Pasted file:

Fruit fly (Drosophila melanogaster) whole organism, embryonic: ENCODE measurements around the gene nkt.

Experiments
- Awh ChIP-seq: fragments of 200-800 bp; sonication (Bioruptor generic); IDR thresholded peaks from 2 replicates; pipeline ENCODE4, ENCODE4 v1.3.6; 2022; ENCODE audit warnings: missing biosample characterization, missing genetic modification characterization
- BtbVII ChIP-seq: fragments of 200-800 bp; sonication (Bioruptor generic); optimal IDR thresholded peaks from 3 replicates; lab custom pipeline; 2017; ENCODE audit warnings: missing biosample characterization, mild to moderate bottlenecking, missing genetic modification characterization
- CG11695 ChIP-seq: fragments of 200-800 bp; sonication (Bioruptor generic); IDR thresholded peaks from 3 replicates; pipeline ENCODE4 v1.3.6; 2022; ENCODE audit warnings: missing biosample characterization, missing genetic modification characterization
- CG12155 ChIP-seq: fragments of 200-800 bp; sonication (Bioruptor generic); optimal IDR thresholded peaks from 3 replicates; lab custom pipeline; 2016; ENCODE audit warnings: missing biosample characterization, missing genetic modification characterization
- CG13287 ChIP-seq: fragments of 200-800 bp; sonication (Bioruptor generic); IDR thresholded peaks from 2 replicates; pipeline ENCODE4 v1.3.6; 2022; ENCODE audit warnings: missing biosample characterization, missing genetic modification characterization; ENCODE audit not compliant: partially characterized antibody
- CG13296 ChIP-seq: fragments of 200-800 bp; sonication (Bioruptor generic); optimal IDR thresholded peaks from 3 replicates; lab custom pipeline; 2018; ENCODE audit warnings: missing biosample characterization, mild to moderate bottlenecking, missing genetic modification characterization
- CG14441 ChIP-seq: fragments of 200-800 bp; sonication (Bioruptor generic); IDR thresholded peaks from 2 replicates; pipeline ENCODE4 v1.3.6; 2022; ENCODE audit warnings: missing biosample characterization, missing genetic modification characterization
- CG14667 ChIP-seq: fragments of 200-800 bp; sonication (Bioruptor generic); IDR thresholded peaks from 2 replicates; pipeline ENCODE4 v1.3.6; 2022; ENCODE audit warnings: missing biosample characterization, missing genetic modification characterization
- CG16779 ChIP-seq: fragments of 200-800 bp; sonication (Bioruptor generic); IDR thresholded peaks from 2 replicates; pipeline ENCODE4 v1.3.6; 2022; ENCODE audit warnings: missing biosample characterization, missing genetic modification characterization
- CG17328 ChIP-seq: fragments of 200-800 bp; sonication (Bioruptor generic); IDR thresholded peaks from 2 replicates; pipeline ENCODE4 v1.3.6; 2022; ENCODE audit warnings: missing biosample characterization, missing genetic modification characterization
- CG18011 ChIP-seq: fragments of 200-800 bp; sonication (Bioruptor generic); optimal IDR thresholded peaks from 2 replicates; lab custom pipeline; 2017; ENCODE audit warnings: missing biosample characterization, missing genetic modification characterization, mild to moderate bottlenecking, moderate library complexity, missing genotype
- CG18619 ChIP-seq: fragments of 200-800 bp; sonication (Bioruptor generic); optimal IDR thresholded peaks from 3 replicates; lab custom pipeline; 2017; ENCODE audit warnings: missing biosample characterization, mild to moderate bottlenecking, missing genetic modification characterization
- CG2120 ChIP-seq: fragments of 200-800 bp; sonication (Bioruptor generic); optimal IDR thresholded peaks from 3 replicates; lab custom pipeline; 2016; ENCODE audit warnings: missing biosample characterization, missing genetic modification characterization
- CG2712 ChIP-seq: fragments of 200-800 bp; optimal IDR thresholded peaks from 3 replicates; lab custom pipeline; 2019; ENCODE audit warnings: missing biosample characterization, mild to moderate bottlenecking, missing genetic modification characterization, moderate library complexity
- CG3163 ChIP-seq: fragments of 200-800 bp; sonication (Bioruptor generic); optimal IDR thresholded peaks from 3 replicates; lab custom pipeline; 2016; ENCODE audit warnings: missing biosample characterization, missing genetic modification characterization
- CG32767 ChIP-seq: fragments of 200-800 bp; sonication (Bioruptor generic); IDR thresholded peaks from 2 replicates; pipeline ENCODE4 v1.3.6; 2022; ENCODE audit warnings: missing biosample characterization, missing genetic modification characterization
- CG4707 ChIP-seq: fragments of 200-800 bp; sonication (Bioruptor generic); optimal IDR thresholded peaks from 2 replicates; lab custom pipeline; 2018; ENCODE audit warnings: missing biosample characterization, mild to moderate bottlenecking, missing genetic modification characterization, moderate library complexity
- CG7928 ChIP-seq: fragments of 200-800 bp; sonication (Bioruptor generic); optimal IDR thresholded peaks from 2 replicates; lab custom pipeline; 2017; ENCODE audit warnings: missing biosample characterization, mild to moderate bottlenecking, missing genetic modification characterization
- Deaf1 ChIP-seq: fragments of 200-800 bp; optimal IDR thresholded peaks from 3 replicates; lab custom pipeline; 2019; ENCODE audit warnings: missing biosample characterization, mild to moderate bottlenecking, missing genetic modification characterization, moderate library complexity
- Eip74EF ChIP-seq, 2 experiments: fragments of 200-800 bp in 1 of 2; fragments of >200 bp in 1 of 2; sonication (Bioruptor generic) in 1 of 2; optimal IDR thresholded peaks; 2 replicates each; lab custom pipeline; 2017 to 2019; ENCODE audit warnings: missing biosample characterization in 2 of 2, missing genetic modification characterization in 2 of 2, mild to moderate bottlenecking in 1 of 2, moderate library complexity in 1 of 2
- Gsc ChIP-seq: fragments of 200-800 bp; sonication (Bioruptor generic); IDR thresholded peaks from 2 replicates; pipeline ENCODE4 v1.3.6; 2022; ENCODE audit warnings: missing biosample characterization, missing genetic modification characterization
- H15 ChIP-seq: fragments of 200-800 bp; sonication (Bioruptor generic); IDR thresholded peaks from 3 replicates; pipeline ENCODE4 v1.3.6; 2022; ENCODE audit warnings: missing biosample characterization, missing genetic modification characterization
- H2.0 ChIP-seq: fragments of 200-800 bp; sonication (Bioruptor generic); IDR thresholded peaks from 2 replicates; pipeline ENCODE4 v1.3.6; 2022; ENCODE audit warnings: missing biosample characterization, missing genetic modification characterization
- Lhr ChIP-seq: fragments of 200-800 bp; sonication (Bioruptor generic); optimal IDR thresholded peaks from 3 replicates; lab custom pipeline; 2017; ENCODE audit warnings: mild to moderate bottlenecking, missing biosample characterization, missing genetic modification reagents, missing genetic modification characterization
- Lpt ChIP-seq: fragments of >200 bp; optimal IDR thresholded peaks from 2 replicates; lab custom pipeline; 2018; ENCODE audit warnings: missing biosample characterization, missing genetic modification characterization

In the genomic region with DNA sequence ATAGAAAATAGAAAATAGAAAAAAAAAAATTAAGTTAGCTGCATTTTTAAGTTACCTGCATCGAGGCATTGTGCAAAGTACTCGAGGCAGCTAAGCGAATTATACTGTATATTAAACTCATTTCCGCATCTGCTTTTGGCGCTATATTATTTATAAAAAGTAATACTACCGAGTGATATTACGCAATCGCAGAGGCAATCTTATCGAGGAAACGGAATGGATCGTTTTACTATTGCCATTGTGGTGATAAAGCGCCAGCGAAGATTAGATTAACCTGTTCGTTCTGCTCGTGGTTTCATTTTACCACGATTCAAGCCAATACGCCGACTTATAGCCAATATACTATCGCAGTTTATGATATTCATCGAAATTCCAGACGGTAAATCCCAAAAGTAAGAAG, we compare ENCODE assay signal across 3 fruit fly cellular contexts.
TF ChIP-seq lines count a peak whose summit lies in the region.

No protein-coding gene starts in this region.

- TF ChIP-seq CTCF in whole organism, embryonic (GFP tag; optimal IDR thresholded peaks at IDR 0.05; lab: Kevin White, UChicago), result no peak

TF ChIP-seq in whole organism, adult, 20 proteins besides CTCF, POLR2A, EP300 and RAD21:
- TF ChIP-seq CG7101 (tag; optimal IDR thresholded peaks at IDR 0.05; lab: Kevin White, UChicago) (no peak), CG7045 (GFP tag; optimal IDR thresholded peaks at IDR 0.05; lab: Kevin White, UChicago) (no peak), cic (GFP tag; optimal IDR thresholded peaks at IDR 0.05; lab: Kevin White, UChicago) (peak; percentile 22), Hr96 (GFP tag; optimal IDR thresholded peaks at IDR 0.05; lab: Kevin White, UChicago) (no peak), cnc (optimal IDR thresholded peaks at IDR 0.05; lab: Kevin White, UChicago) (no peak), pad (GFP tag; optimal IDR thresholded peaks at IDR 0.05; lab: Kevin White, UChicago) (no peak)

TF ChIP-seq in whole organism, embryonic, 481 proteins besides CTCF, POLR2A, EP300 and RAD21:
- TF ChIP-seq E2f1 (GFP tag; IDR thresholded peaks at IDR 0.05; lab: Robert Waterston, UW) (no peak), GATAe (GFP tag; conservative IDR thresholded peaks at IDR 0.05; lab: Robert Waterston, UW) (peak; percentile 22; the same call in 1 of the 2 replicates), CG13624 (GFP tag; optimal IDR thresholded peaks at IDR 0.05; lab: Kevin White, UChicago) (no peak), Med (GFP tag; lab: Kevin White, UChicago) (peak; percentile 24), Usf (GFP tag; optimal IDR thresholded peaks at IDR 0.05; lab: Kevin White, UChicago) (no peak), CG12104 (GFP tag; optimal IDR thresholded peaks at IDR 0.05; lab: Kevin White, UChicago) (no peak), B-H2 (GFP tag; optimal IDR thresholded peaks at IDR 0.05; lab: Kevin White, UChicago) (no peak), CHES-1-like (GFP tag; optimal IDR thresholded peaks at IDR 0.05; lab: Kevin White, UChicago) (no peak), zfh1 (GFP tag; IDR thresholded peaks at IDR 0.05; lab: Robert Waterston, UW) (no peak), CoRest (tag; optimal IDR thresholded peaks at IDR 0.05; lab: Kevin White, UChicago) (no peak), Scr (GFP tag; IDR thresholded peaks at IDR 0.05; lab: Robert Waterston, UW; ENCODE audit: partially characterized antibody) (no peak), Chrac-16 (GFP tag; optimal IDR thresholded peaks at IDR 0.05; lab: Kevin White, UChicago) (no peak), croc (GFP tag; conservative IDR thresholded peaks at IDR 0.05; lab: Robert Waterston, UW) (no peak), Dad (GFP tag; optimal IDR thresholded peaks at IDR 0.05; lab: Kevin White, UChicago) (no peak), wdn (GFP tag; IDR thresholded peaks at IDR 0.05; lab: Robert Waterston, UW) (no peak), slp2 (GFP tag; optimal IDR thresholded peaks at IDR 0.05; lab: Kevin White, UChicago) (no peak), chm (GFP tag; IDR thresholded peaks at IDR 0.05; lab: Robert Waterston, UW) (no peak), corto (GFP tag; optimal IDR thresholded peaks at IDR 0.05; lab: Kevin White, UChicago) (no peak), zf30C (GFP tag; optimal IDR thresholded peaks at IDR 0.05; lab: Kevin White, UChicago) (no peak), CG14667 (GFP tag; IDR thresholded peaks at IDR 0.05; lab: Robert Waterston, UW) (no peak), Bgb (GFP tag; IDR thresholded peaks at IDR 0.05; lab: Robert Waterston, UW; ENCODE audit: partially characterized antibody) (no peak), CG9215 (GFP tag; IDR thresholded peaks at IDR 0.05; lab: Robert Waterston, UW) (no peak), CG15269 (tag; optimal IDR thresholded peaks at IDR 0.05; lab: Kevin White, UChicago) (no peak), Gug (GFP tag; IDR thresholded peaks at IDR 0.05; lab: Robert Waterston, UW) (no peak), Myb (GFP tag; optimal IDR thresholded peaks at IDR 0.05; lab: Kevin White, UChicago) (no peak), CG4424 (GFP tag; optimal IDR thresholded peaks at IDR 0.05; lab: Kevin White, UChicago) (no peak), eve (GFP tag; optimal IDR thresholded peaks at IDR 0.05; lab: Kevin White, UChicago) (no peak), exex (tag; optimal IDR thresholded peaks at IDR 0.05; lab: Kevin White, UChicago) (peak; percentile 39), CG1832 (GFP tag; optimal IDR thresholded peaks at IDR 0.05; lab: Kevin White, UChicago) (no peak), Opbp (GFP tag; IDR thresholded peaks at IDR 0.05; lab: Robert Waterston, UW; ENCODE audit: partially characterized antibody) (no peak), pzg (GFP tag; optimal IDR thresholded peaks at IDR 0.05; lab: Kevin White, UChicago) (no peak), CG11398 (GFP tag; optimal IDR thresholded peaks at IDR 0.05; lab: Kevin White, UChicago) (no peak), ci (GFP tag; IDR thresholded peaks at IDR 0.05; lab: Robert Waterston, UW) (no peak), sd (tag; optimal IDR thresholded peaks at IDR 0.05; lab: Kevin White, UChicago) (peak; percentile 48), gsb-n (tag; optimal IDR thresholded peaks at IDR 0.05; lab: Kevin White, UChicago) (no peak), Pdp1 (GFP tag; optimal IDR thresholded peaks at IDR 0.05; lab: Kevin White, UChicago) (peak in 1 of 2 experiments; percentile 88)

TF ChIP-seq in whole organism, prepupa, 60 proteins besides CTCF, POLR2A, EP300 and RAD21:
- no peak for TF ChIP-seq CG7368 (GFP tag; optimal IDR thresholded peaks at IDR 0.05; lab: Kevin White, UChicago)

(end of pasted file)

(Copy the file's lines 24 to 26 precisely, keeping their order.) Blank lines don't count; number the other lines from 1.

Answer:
- H15 ChIP-seq: fragments of 200-800 bp; sonication (Bioruptor generic); IDR thresholded peaks from 3 replicates; pipeline ENCODE4 v1.3.6; 2022; ENCODE audit warnings: missing biosample characterization, missing genetic modification characterization
- H2.0 ChIP-seq: fragments of 200-800 bp; sonication (Bioruptor generic); IDR thresholded peaks from 2 replicates; pipeline ENCODE4 v1.3.6; 2022; ENCODE audit warnings: missing biosample characterization, missing genetic modification characterization
- Lhr ChIP-seq: fragments of 200-800 bp; sonication (Bioruptor generic); optimal IDR thresholded peaks from 3 replicates; lab custom pipeline; 2017; ENCODE audit warnings: mild to moderate bottlenecking, missing biosample characterization, missing genetic modification reagents, missing genetic modification characterization